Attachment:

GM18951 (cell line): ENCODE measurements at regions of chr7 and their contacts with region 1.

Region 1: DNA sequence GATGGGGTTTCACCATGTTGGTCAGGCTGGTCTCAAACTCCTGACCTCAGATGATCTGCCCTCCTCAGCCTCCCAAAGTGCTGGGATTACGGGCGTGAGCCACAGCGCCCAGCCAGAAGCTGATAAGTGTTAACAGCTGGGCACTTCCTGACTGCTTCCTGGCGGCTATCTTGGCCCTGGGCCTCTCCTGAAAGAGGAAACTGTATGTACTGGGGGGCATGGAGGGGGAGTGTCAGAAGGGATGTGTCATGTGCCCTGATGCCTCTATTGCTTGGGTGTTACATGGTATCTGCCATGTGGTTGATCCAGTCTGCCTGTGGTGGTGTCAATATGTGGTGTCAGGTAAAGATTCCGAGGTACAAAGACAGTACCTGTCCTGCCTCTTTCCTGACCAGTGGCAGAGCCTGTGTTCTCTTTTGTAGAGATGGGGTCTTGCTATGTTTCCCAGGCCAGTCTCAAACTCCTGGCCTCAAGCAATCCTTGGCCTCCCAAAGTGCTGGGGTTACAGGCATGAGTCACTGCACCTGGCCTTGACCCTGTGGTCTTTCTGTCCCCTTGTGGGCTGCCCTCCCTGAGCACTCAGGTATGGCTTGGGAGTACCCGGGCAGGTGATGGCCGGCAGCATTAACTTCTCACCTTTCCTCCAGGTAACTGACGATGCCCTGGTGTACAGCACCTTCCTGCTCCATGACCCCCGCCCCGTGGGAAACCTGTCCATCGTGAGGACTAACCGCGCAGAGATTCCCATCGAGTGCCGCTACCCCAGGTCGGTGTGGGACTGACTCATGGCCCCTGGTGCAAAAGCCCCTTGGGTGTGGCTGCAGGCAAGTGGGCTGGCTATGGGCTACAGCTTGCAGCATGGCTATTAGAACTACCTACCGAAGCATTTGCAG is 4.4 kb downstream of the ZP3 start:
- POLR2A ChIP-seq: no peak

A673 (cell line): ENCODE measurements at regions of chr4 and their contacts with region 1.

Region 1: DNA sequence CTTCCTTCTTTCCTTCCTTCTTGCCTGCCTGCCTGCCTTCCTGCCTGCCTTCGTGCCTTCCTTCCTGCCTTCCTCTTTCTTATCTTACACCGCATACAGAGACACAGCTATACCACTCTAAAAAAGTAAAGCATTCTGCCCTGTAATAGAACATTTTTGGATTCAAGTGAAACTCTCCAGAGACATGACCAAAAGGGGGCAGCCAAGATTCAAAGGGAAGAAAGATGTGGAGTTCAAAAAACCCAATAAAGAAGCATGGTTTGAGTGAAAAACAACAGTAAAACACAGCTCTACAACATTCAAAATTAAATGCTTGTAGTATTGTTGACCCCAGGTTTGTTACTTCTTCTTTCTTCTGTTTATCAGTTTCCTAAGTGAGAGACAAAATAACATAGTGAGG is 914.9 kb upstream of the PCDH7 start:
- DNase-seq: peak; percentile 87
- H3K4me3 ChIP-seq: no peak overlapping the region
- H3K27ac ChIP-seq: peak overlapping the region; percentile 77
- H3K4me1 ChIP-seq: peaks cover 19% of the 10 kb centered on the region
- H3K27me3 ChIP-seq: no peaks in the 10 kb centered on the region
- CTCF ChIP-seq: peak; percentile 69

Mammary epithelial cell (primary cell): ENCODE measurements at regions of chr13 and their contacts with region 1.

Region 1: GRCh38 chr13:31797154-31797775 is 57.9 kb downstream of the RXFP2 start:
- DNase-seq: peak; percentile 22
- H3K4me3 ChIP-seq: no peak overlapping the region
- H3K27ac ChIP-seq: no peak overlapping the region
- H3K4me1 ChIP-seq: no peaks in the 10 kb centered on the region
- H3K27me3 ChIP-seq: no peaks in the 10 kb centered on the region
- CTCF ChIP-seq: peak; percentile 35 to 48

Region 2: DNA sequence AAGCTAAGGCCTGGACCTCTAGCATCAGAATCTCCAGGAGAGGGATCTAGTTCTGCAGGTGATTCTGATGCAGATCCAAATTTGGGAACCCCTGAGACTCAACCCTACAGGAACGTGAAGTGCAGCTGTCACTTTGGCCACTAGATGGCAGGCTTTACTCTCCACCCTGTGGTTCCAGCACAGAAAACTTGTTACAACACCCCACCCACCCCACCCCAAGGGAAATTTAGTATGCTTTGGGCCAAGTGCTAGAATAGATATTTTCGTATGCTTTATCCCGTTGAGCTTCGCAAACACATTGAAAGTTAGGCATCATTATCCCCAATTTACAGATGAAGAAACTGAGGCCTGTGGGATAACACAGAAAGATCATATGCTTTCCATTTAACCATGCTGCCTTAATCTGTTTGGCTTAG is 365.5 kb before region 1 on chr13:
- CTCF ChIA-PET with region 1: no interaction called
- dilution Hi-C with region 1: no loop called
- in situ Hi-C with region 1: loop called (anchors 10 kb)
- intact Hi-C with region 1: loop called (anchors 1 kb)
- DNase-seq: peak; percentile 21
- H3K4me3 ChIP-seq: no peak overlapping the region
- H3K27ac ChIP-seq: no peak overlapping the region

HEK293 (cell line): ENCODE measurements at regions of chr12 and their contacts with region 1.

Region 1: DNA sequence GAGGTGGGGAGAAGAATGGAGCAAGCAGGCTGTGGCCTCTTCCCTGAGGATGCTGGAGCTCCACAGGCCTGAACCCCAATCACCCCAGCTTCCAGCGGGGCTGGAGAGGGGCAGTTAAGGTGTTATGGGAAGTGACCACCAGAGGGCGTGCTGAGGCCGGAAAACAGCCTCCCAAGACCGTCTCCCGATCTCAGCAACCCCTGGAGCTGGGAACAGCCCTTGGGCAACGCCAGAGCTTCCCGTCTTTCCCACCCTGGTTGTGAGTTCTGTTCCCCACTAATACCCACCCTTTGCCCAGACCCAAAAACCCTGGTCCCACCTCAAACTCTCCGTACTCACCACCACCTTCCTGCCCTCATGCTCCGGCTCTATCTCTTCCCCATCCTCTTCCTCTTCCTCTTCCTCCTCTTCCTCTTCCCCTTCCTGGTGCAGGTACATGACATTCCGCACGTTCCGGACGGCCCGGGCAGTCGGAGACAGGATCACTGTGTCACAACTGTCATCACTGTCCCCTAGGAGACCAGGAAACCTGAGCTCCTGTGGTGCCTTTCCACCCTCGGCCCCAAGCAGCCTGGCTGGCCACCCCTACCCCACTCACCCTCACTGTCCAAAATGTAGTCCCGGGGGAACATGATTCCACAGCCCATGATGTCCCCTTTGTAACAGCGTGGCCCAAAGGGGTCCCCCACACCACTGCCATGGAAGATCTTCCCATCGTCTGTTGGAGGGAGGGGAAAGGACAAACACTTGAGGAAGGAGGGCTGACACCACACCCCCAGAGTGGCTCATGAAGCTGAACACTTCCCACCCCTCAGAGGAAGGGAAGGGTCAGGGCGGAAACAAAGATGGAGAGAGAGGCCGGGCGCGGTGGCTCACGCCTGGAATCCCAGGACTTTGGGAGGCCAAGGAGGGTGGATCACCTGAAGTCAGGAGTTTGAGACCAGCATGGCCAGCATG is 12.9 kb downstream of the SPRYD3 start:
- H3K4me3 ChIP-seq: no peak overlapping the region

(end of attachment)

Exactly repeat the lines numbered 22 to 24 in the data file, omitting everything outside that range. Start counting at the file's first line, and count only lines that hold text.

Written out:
- dilution Hi-C with region 1: no loop called
- in situ Hi-C with region 1: loop called (anchors 10 kb)
- intact Hi-C with region 1: loop called (anchors 1 kb)